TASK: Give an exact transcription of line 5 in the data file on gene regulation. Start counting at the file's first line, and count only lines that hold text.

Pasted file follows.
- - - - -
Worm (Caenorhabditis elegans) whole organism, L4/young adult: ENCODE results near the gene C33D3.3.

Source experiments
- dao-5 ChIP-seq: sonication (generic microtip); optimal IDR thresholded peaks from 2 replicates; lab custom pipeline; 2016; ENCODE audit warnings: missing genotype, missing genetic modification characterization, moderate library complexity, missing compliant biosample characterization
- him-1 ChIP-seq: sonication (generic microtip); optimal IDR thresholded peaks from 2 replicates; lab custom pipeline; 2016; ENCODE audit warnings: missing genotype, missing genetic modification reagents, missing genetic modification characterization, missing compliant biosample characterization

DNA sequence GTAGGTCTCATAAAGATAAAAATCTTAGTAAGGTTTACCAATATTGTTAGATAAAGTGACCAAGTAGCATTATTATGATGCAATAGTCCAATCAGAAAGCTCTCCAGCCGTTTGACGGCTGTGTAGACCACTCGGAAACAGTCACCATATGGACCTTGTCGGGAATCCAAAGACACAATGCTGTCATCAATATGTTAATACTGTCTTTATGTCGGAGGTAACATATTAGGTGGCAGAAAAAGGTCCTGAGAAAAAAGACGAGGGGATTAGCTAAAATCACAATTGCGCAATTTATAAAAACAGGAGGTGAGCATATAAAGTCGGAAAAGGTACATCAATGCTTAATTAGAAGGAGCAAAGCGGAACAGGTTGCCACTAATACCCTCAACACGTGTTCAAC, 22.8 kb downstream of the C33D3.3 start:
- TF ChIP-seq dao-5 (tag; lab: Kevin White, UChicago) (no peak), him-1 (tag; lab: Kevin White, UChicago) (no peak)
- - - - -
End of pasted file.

DNA sequence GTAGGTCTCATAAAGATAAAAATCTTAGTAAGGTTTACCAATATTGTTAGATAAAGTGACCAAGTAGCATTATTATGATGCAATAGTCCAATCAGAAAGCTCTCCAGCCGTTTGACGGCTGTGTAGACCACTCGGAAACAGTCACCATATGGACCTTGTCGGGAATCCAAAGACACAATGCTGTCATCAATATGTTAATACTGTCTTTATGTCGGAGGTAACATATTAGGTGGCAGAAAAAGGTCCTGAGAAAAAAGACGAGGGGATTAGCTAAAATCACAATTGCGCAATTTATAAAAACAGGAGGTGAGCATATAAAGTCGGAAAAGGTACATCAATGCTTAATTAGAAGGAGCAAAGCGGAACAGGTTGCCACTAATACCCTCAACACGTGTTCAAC, 22.8 kb downstream of the C33D3.3 start: